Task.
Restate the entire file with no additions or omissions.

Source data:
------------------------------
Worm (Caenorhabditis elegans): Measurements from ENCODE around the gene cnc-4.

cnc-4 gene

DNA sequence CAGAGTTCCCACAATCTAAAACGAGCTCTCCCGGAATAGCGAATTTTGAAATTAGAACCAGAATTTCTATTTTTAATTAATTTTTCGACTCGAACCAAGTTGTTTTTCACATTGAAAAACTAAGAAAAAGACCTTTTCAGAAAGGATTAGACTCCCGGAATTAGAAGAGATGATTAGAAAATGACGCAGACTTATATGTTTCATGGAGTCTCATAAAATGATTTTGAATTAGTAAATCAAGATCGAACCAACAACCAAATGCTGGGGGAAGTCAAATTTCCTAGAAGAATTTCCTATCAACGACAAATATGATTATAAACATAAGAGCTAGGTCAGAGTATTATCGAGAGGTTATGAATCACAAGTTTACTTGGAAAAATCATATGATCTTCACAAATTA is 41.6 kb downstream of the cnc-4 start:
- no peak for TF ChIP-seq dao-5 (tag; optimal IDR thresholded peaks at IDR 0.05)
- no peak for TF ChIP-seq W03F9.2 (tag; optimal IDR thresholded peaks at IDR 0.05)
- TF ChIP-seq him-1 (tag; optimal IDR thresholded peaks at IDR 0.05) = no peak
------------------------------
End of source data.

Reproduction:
Worm (Caenorhabditis elegans): Measurements from ENCODE around the gene cnc-4.

cnc-4 gene

DNA sequence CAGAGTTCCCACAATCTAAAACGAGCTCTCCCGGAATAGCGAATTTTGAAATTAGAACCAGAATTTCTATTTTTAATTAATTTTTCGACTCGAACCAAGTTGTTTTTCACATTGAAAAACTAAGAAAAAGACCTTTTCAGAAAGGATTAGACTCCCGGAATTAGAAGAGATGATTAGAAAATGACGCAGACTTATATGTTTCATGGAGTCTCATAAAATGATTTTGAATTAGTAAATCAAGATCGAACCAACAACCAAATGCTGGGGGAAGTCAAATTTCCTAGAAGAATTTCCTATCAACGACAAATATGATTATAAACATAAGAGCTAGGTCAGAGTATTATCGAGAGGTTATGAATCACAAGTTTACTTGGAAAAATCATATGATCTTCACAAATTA is 41.6 kb downstream of the cnc-4 start:
- no peak for TF ChIP-seq dao-5 (tag; optimal IDR thresholded peaks at IDR 0.05)
- no peak for TF ChIP-seq W03F9.2 (tag; optimal IDR thresholded peaks at IDR 0.05)
- TF ChIP-seq him-1 (tag; optimal IDR thresholded peaks at IDR 0.05) = no peak